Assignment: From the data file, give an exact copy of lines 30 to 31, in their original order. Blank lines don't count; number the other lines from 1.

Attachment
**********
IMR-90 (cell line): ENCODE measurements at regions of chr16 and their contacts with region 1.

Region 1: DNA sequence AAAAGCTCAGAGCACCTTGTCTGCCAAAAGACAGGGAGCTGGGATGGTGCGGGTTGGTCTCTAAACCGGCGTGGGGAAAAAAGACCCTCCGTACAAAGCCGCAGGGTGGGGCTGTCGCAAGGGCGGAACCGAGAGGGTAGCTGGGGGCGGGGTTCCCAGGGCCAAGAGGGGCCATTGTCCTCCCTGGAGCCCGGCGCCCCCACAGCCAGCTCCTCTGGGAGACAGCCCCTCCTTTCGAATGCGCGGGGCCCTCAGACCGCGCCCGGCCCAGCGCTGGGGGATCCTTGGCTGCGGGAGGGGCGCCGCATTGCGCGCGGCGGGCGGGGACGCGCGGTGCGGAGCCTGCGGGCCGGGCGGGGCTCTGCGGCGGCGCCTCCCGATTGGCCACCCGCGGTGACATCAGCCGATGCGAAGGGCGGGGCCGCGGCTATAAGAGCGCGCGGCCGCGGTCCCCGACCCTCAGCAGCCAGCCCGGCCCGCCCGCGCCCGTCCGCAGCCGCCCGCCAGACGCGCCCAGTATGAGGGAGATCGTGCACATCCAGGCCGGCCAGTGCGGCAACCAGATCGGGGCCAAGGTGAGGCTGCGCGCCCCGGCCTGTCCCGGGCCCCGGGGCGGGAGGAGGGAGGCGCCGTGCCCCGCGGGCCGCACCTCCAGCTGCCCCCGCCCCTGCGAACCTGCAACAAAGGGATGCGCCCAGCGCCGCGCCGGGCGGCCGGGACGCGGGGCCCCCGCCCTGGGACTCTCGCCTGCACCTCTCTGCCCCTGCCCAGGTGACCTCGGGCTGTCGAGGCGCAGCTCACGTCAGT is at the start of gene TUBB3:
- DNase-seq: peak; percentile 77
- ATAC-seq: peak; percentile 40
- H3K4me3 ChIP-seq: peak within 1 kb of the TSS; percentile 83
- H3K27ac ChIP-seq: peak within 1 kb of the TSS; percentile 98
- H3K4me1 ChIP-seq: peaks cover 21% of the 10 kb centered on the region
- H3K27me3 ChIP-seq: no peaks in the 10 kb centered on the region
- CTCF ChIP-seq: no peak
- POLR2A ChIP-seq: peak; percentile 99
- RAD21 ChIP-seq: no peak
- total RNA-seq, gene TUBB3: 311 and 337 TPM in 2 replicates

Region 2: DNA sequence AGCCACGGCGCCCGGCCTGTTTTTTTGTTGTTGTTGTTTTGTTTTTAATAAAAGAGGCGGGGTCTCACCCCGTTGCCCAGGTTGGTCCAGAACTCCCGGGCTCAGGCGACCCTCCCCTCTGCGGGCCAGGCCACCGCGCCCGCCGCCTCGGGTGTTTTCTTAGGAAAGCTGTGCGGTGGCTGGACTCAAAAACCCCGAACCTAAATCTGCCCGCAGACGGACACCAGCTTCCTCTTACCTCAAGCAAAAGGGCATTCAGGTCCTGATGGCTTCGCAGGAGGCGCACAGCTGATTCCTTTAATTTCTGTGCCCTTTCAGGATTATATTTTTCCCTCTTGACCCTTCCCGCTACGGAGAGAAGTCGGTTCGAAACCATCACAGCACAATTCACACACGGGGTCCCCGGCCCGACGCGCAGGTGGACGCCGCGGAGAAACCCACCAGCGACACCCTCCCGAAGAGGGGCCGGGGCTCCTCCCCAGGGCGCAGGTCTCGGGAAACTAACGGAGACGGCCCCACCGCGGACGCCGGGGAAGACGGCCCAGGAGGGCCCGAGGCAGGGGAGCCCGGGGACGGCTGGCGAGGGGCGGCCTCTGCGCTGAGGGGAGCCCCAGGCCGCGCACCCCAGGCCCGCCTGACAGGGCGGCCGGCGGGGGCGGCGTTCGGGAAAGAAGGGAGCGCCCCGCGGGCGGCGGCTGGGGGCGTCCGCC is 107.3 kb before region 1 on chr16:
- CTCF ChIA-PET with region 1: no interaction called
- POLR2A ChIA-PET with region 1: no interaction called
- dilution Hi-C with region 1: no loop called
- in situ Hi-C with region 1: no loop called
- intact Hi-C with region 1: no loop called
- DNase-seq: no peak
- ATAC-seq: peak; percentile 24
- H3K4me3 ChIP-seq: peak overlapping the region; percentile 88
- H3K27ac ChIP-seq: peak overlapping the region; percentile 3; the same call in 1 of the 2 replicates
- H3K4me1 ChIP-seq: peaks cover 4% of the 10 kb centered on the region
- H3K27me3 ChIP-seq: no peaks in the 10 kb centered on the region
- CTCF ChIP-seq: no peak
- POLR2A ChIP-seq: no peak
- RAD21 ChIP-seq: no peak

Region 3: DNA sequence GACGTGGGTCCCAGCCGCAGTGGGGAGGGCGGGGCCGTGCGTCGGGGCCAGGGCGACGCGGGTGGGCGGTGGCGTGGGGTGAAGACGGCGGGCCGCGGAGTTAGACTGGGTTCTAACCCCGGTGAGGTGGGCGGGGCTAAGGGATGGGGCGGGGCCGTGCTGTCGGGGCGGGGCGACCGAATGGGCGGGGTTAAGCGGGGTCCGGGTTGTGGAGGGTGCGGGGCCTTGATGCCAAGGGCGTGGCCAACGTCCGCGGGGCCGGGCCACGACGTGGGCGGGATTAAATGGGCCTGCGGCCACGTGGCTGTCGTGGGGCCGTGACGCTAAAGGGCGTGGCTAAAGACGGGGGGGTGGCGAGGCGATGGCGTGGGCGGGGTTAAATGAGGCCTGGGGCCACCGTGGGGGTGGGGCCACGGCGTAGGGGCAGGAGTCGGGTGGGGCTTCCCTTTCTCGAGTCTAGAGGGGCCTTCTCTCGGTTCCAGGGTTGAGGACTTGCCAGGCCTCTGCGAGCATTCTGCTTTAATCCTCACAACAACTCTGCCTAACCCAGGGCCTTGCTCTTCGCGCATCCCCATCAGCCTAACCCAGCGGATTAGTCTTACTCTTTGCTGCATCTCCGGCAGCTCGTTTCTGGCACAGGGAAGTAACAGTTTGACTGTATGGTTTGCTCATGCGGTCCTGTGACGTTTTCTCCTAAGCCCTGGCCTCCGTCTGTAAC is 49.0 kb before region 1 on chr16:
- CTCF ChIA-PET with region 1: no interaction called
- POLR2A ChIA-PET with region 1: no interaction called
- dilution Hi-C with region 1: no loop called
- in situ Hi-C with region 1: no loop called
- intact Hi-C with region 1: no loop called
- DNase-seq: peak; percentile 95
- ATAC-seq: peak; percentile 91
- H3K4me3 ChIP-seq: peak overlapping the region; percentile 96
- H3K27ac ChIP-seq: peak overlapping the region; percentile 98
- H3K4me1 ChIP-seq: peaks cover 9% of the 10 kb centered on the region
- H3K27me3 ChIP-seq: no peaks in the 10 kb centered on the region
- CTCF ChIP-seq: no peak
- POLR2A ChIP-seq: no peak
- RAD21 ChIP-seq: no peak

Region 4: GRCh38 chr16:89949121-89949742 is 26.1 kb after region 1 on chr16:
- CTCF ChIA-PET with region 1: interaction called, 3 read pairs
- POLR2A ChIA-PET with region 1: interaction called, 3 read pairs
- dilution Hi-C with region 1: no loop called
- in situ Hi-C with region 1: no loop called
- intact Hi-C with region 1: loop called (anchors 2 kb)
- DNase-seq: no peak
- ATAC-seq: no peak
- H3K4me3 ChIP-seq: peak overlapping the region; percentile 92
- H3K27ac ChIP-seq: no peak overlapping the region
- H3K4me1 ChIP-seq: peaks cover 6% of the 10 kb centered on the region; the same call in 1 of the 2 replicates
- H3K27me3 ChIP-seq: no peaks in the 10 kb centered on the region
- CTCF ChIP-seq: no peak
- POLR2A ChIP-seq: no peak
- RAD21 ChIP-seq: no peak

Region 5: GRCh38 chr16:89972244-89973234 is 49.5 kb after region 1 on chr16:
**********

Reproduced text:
- POLR2A ChIA-PET with region 1: no interaction called
- dilution Hi-C with region 1: no loop called